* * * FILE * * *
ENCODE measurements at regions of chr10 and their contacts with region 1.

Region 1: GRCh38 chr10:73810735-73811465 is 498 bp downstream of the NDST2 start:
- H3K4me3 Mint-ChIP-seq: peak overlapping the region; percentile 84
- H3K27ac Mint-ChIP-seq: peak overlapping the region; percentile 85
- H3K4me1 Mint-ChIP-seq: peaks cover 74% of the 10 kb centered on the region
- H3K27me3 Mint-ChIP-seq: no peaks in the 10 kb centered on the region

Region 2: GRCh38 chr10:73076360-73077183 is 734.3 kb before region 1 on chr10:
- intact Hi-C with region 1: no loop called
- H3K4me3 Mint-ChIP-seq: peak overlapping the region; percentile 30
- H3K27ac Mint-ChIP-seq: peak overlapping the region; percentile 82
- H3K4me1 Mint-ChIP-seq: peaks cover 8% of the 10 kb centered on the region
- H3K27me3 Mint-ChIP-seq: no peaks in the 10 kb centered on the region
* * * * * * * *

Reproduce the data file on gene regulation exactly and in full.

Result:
ENCODE measurements at regions of chr10 and their contacts with region 1.

Region 1: GRCh38 chr10:73810735-73811465 is 498 bp downstream of the NDST2 start:
- H3K4me3 Mint-ChIP-seq: peak overlapping the region; percentile 84
- H3K27ac Mint-ChIP-seq: peak overlapping the region; percentile 85
- H3K4me1 Mint-ChIP-seq: peaks cover 74% of the 10 kb centered on the region
- H3K27me3 Mint-ChIP-seq: no peaks in the 10 kb centered on the region

Region 2: GRCh38 chr10:73076360-73077183 is 734.3 kb before region 1 on chr10:
- intact Hi-C with region 1: no loop called
- H3K4me3 Mint-ChIP-seq: peak overlapping the region; percentile 30
- H3K27ac Mint-ChIP-seq: peak overlapping the region; percentile 82
- H3K4me1 Mint-ChIP-seq: peaks cover 8% of the 10 kb centered on the region
- H3K27me3 Mint-ChIP-seq: no peaks in the 10 kb centered on the region